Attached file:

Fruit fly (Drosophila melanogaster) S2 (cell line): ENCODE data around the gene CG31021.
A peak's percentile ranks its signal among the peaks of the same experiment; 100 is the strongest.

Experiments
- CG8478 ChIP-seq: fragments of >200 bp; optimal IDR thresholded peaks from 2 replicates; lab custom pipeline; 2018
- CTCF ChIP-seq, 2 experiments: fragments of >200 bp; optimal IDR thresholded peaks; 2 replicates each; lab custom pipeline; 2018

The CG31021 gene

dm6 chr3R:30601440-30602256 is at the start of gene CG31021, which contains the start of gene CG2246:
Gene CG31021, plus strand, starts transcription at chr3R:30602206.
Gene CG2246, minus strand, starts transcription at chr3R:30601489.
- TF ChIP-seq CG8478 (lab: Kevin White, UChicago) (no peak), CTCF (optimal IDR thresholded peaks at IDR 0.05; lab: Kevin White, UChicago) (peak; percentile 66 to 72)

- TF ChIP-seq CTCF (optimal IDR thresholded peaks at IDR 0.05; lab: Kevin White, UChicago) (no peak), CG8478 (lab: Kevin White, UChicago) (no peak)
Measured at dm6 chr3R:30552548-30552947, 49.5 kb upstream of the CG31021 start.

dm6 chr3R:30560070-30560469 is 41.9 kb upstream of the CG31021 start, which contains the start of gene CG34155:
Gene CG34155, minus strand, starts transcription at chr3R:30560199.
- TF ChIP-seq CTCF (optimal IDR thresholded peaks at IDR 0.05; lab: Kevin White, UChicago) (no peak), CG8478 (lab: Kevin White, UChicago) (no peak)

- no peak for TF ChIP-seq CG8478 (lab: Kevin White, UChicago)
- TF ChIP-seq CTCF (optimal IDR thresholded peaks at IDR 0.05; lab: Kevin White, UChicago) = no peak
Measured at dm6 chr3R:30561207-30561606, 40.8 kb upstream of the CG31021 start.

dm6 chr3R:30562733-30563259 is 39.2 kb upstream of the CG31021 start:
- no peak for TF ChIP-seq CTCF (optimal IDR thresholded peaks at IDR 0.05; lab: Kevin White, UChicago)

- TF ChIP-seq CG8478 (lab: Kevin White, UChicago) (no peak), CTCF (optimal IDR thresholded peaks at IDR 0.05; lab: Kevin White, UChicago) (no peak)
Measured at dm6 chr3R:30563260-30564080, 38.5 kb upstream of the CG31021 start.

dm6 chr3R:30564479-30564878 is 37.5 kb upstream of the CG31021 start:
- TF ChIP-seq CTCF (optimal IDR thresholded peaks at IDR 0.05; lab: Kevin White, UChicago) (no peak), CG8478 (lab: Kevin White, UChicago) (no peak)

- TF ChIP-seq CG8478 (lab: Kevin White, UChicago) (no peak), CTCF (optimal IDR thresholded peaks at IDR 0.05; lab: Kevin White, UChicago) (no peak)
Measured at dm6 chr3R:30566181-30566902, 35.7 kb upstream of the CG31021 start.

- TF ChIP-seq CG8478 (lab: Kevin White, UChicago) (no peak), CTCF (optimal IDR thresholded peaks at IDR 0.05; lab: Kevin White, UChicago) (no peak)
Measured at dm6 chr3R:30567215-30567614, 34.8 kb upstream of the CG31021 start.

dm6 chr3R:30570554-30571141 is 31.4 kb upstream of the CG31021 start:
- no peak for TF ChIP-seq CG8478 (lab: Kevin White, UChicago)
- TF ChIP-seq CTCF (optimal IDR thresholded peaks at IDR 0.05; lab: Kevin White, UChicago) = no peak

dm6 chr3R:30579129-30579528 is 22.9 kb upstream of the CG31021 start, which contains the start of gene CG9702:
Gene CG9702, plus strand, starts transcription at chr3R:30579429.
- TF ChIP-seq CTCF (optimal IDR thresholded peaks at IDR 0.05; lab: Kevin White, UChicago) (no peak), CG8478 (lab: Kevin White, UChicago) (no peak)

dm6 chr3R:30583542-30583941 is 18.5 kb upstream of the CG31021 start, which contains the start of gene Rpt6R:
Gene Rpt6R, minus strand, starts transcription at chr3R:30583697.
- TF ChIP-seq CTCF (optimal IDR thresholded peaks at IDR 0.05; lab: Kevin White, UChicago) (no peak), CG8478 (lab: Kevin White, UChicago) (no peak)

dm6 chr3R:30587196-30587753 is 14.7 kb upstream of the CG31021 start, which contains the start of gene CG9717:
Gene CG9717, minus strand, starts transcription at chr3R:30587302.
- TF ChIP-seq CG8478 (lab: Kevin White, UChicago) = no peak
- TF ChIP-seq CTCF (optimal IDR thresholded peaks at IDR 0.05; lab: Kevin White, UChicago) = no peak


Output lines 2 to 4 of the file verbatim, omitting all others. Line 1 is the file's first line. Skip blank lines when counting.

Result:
A peak's percentile ranks its signal among the peaks of the same experiment; 100 is the strongest.

Experiments
- CG8478 ChIP-seq: fragments of >200 bp; optimal IDR thresholded peaks from 2 replicates; lab custom pipeline; 2018